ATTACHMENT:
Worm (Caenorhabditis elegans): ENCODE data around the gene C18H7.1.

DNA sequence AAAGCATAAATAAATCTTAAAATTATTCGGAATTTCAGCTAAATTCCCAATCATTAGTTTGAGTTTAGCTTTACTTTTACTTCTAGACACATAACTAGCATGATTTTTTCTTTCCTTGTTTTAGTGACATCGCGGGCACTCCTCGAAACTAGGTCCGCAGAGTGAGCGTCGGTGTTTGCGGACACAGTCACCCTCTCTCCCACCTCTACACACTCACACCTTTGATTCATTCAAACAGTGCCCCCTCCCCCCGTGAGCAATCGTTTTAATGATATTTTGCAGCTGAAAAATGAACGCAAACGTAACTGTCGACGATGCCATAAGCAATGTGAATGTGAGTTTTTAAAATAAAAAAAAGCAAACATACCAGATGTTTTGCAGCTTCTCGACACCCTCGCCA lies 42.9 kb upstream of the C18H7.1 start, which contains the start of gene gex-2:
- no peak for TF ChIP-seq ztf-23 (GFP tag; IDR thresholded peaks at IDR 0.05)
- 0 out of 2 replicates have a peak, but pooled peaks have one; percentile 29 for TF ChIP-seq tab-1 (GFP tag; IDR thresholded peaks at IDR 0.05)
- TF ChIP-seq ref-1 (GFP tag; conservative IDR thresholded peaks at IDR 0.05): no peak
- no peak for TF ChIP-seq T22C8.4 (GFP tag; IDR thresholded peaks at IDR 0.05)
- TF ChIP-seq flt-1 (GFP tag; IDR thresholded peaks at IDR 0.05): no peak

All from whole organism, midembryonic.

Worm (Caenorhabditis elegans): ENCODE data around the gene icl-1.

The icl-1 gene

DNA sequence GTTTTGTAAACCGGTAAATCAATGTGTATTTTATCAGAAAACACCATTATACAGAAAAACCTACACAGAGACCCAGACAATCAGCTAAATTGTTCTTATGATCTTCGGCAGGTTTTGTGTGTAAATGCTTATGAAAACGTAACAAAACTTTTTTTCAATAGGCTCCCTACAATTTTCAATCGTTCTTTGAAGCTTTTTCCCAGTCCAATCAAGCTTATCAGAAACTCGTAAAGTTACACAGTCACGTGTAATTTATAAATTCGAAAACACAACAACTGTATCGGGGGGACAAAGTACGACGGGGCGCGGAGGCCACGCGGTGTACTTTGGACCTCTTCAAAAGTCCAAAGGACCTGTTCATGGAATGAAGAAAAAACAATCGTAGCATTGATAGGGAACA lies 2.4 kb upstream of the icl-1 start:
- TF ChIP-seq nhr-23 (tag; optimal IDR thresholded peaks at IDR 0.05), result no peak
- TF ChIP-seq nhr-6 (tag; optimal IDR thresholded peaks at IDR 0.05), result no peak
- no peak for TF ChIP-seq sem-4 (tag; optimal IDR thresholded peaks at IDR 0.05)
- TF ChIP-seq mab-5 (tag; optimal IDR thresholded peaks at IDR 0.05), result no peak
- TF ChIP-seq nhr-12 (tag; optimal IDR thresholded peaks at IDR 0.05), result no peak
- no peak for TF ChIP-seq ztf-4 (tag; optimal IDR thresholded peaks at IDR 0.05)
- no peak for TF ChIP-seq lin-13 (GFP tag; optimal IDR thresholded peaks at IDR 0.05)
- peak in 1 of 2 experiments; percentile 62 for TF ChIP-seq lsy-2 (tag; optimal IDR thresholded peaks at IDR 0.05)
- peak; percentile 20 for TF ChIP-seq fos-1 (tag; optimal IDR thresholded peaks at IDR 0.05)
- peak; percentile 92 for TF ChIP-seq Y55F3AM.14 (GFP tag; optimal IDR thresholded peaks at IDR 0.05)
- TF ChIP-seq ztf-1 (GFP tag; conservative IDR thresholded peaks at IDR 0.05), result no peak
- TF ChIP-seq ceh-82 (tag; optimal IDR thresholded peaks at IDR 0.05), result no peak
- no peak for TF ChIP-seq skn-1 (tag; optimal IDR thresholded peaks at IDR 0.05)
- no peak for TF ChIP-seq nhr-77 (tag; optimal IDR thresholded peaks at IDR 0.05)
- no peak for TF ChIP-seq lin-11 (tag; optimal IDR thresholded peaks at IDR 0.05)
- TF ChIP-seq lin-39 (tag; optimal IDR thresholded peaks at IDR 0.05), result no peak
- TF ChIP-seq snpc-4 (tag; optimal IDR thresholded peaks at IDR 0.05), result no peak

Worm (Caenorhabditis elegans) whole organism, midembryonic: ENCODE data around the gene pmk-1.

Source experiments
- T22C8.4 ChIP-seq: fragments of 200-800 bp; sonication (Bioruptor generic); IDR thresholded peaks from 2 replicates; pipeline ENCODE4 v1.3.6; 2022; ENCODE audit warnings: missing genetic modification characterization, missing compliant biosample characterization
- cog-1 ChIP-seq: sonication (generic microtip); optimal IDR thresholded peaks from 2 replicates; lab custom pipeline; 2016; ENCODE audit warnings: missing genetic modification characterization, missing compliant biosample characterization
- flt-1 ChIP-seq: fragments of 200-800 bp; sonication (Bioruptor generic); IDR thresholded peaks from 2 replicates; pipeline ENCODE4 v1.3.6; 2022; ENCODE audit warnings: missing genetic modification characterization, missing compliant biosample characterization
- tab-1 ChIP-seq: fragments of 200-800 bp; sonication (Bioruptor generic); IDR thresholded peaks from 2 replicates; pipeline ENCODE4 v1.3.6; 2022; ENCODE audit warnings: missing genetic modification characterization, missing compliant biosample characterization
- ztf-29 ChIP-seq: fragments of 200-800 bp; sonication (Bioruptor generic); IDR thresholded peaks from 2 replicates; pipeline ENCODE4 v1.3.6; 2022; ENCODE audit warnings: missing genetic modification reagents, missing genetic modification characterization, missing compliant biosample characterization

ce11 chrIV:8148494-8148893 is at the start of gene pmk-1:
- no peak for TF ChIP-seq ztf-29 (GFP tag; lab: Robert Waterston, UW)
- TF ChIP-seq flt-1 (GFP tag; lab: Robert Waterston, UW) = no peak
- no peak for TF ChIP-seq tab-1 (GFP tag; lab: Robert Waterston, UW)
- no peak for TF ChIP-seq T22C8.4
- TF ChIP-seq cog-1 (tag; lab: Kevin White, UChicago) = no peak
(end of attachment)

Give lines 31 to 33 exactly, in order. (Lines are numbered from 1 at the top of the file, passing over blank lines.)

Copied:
- T22C8.4 ChIP-seq: fragments of 200-800 bp; sonication (Bioruptor generic); IDR thresholded peaks from 2 replicates; pipeline ENCODE4 v1.3.6; 2022; ENCODE audit warnings: missing genetic modification characterization, missing compliant biosample characterization
- cog-1 ChIP-seq: sonication (generic microtip); optimal IDR thresholded peaks from 2 replicates; lab custom pipeline; 2016; ENCODE audit warnings: missing genetic modification characterization, missing compliant biosample characterization
- flt-1 ChIP-seq: fragments of 200-800 bp; sonication (Bioruptor generic); IDR thresholded peaks from 2 replicates; pipeline ENCODE4 v1.3.6; 2022; ENCODE audit warnings: missing genetic modification characterization, missing compliant biosample characterization